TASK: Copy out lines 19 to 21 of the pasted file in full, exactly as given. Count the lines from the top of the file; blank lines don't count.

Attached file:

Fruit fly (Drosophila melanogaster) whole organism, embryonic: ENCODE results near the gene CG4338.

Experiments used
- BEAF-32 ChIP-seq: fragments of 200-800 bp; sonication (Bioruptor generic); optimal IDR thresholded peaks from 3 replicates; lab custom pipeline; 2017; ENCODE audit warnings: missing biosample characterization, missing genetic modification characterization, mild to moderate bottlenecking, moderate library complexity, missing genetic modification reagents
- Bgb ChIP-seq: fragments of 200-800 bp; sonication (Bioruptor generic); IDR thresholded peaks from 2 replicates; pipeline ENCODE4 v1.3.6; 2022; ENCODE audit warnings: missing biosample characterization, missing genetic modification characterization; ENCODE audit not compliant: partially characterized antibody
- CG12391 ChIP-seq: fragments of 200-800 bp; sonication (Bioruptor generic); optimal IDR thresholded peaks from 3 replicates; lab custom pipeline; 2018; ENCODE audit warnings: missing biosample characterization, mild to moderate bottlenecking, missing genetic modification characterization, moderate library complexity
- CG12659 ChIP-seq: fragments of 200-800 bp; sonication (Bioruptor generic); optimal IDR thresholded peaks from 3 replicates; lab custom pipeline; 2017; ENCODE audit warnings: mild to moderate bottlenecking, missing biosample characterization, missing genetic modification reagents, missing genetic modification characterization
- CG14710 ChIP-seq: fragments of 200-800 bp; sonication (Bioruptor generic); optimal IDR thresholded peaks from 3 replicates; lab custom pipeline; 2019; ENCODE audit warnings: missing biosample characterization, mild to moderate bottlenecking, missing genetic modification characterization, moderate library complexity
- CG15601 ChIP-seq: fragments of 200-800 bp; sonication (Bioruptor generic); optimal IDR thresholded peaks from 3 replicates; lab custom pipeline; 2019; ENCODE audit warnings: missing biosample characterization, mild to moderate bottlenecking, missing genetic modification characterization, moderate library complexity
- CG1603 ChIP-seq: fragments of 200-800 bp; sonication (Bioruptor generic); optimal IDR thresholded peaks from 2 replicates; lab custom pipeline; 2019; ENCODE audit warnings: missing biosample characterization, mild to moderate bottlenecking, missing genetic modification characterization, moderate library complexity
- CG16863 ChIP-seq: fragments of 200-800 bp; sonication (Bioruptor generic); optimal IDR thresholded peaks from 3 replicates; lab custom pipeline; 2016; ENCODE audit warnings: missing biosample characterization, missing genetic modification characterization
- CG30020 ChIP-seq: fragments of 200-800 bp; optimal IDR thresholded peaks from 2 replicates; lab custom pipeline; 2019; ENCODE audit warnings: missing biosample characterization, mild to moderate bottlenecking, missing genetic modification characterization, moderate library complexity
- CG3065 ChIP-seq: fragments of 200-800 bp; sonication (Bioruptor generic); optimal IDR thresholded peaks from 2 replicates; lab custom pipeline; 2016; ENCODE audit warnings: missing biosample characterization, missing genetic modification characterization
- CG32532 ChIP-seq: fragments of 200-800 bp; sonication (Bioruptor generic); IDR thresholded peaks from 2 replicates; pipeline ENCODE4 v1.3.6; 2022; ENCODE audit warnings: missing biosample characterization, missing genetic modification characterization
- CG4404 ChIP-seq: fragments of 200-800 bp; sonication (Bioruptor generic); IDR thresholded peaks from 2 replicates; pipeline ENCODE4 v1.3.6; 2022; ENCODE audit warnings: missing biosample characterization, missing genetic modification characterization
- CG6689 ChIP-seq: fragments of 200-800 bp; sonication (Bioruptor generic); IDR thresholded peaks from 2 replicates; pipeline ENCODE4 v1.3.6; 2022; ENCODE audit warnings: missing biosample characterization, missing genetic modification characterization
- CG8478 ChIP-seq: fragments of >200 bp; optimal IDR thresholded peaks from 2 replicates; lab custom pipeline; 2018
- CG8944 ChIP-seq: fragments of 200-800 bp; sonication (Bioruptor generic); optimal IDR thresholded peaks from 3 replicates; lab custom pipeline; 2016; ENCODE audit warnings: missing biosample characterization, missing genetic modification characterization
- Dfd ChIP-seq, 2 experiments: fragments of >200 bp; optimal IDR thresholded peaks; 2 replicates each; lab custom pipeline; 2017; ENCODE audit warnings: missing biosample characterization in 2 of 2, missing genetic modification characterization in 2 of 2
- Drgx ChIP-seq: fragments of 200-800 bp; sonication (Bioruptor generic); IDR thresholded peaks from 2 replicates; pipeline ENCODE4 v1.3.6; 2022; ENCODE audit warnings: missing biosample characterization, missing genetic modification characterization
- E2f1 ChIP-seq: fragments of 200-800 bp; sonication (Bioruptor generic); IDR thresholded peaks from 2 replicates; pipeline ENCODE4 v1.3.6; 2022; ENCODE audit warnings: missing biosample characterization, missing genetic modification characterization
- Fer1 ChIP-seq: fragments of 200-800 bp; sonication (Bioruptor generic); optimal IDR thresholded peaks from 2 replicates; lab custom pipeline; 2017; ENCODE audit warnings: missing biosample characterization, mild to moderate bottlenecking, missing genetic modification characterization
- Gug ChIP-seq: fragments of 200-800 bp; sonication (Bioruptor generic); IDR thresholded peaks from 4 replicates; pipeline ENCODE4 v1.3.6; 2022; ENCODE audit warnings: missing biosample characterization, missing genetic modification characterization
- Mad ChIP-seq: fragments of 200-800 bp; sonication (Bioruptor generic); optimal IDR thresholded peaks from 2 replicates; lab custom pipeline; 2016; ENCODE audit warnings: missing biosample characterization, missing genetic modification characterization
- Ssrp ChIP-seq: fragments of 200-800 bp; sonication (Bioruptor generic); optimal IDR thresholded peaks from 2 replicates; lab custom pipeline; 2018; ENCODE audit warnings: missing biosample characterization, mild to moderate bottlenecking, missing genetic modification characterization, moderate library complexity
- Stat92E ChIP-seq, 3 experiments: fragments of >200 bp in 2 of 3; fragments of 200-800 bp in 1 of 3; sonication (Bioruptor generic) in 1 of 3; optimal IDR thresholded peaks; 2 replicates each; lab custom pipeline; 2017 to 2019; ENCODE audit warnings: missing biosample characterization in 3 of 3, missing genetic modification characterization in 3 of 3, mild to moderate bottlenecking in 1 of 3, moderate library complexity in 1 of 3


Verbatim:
- Drgx ChIP-seq: fragments of 200-800 bp; sonication (Bioruptor generic); IDR thresholded peaks from 2 replicates; pipeline ENCODE4 v1.3.6; 2022; ENCODE audit warnings: missing biosample characterization, missing genetic modification characterization
- E2f1 ChIP-seq: fragments of 200-800 bp; sonication (Bioruptor generic); IDR thresholded peaks from 2 replicates; pipeline ENCODE4 v1.3.6; 2022; ENCODE audit warnings: missing biosample characterization, missing genetic modification characterization
- Fer1 ChIP-seq: fragments of 200-800 bp; sonication (Bioruptor generic); optimal IDR thresholded peaks from 2 replicates; lab custom pipeline; 2017; ENCODE audit warnings: missing biosample characterization, mild to moderate bottlenecking, missing genetic modification characterization